Hong Kong TVB stars pose for a group photo at TVB's 40th anniversary awards on Saturday, Nov. 17, 2007. Hong Kong's dominant television station TVB celebrated its 40th anniversary with a star-studded awards gala on Saturday. Over the years, TVB has helped a bevy of local acting talent achieve stardom with long-running TV dramas produced and broadcast under its umbrella. Since 1997, TVB has been holding an anniversary awards ceremony every November to honor its best stars of the year. This year's show saw Moses Chan take the best leading actor award for his role in "Heart of Greed," with the drama's Lee Sze Kei winning the best actress award. Gigi Lai was voted as "my favorite TVB actress," and Raymond Lam was crowned "my favorite TVB actor." Kate Tsui was named as "vastly-improved actress," and her counterpart actor was Amigo Choi. Veteran comedian Lydia Shum was honored with a lifetime achievement award. Shum, whose health problems have long been the focus of local media, made it to the ceremony in a wheelchair to accept the honor. Anniversary celebrations will continue with another ceremony scheduled for November 19, the 40th birthday of TVB Pearl, a major channel of TVB.

Henderson Land Development (0012) chairman Lee Shau-kee turned cooler on the Hong Kong equity market for the first time yesterday, warning that investors should be cautious. In response to the tumble of Hong Kong shares at the end of last week, Lee said the effects from the mainland's crackdown on underground channels pumping money into Hong Kong have been factored in. "I am afraid other negative [news] will come. It is so serious these few days. The index may see a further slide, but the drop will only be temporary. "The [situation] will be stable after a while," Lee told reporters after casting his vote in the district council elections. He added: "Anyway, investors should be careful and don't buy the shares if they are too expensive; buy them when the prices are low. The stock market is very volatile now and more tightening measures from the mainland may come. "Investors need to be more careful before buying any stock. Buy more shares if [the index] drops, buy even more when it drops further." Gaming magnate Stanley Ho Hung- sun said on Saturday the benchmark Hang Seng Index will be able to reach 40,000 points by the end of this year, but Lee sees a less-than-rosy outlook for the market. "It's impossible [to reach 40,000]. I believe it will probably reach 35,000, or about 30,000 points by the end of this year and expect the index to hit 33,000 in two to three months after the New Year," he said. Yesterday was the first time this year that Lee has expressed negative comments to the public.

China: Chinese toon draws on Confucius - There's nothing looney about these toons. Two Chinese media firms have signed a deal with the Confucius Foundation to make a $5.3 million cartoon series on the legendary philosopher's life and teachings. Shandong Radio and TV, based in the eastern Shandong Province; and Shenzhen Phoenix Star, a subsidiary of the Hong Kong-listed Phoenix Satellite TV, will jointly produce the cartoon on the philosopher's life and lectures. There will be 100 episodes, each lasting 13 minutes. "The cartoon aims to make Confucius and his philosophy well known and better understood in a form with popular appeal," a spokesman for the Chinese Confucius Foundation told the Xinhua news agency. Confucius, the respectful name for the great thinker, philosopher, statesman and educator called Kongqiu, who lived from 551-479 BC, is undergoing a major revival in China these days. Confucian philosophy, which dominated Chinese society for centuries, and spread to the West in the late 16th century, advocates achieving harmony through self-refinement in manners and taste. The project is expected to be finalized by September, and the series is tapped to be aired in 2009, the 2,560th anniversary of Confucius' birth, the spokesman says. Scholars and, increasingly, the Communist Party, believe following sound Confucian principles is conducive to building a "harmonious society," to which President Hu Jintao constantly refers. Last year, in order to settle the debate about what the ancient philosopher looked like, the China Confucius Foundation (CCF) published a standard image of him -- as an old man with a long beard, broad mouth and big ears, wearing a robe with his hands crossed on his chest. And for anyone who thinks toons are too juvenile for the man known as the Master, you just need to check out his views on youthful pursuits in the Analects of Confucius: "A youth is to be regarded with respect. How do we know that his future will not be equal to our present?"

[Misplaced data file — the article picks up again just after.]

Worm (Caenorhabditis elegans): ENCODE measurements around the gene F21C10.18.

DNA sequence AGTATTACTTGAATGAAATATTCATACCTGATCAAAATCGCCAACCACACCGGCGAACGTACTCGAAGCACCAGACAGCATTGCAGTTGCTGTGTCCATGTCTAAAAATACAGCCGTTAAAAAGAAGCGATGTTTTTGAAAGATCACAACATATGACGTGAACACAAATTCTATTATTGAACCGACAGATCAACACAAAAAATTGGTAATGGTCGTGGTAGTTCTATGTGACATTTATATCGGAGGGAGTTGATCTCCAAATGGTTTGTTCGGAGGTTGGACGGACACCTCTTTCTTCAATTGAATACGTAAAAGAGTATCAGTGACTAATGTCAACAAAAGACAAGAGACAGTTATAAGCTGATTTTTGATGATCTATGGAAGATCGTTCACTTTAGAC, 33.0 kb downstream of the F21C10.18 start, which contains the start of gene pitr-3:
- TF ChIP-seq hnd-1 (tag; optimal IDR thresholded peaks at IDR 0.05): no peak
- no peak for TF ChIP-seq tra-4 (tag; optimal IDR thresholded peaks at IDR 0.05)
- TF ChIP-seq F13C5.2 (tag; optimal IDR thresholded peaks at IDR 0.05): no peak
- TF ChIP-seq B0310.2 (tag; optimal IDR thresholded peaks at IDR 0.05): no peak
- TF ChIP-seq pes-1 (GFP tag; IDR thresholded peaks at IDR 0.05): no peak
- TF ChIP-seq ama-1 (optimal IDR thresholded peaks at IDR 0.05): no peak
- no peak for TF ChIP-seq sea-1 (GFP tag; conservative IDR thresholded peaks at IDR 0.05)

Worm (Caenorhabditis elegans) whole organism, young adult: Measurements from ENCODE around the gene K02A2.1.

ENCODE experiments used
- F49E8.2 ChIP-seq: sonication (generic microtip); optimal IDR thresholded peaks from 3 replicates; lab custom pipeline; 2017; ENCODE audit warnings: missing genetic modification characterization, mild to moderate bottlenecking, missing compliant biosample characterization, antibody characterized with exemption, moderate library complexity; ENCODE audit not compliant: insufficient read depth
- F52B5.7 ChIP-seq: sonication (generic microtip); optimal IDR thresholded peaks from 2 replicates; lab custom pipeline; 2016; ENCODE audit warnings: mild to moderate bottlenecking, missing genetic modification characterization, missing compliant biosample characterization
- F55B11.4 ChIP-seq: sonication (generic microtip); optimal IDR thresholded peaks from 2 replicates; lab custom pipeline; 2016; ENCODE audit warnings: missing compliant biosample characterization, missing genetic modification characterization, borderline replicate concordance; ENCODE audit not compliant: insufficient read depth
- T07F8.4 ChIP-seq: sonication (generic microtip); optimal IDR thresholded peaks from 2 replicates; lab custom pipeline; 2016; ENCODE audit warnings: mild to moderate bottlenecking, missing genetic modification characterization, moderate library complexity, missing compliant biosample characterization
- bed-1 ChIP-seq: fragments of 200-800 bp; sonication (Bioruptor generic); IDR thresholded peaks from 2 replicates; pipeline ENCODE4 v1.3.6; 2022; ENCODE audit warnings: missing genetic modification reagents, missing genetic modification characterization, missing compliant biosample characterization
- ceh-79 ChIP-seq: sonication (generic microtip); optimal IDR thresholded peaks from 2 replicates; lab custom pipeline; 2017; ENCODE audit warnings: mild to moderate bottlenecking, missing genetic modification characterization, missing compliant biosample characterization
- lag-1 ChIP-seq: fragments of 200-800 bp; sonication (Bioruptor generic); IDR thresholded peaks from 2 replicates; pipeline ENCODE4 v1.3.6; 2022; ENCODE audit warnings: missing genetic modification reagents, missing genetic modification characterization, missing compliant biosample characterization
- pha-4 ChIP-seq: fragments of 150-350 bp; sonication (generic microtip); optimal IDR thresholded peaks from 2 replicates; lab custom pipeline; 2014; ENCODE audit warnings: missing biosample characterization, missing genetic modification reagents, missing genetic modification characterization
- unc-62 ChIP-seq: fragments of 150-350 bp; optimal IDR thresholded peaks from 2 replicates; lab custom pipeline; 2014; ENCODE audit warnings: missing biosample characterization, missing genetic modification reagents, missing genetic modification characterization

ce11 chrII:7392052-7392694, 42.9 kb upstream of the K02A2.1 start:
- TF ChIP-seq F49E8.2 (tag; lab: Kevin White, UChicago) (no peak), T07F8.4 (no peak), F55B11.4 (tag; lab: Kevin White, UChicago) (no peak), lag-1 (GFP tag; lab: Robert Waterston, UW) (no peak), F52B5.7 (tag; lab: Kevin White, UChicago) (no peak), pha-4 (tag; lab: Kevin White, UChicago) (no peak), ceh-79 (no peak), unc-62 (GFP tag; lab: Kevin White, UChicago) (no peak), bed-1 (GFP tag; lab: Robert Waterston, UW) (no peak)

Chinese Premier Wen Jiabao (L) shakes hands with his Singaporean counterpart Lee Hsien Loong after signing the Framework Agreement for the Development of the Sino-Singapore Eco-city Project in Singapore on Nov. 18, 2007. Wen Jiabao arrived in Singapore on Sunday for an official visit and would attend a series of regional summit meetings to be held in the country.

China has started construction on 16 new express passenger rail projects and is expected to have 12,000 kilometers of express rail lines by 2020, the Ministry of Railways said Sunday.

A residential building in Shanghai. Despite warnings of a slowdown and the central government's efforts to forestall overheating, China's real estate market remained brisk in the third quarter.